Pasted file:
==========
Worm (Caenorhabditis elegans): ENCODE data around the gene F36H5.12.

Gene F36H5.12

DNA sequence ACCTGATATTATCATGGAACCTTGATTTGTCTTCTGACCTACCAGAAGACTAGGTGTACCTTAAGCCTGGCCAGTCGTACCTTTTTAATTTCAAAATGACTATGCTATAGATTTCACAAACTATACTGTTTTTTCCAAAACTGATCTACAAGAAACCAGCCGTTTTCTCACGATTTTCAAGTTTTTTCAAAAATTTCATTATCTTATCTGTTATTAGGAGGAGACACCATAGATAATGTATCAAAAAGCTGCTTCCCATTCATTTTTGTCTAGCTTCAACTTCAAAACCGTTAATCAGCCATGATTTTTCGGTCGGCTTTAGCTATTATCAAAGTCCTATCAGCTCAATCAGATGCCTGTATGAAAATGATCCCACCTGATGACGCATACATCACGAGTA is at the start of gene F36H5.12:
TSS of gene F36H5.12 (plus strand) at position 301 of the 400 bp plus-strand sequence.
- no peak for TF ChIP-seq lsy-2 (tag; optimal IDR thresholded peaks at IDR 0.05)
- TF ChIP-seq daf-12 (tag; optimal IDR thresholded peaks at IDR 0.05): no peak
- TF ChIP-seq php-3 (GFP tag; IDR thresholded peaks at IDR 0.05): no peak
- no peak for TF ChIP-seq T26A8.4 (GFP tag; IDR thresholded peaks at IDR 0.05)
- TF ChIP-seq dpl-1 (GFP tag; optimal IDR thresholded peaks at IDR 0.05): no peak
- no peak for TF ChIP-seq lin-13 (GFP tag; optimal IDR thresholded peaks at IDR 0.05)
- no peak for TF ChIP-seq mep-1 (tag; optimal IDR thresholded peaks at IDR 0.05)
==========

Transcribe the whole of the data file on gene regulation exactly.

Worm (Caenorhabditis elegans): ENCODE data around the gene F36H5.12.

Gene F36H5.12

DNA sequence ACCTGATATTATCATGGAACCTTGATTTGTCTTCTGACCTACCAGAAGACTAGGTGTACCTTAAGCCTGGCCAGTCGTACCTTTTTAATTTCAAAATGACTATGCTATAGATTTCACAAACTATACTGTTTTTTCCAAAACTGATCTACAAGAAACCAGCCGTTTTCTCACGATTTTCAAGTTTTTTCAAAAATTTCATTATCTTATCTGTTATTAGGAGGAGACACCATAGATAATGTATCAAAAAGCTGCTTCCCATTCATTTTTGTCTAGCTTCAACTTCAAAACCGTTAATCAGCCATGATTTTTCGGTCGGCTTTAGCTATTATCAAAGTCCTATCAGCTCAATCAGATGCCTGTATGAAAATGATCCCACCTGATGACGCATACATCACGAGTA is at the start of gene F36H5.12:
TSS of gene F36H5.12 (plus strand) at position 301 of the 400 bp plus-strand sequence.
- no peak for TF ChIP-seq lsy-2 (tag; optimal IDR thresholded peaks at IDR 0.05)
- TF ChIP-seq daf-12 (tag; optimal IDR thresholded peaks at IDR 0.05): no peak
- TF ChIP-seq php-3 (GFP tag; IDR thresholded peaks at IDR 0.05): no peak
- no peak for TF ChIP-seq T26A8.4 (GFP tag; IDR thresholded peaks at IDR 0.05)
- TF ChIP-seq dpl-1 (GFP tag; optimal IDR thresholded peaks at IDR 0.05): no peak
- no peak for TF ChIP-seq lin-13 (GFP tag; optimal IDR thresholded peaks at IDR 0.05)
- no peak for TF ChIP-seq mep-1 (tag; optimal IDR thresholded peaks at IDR 0.05)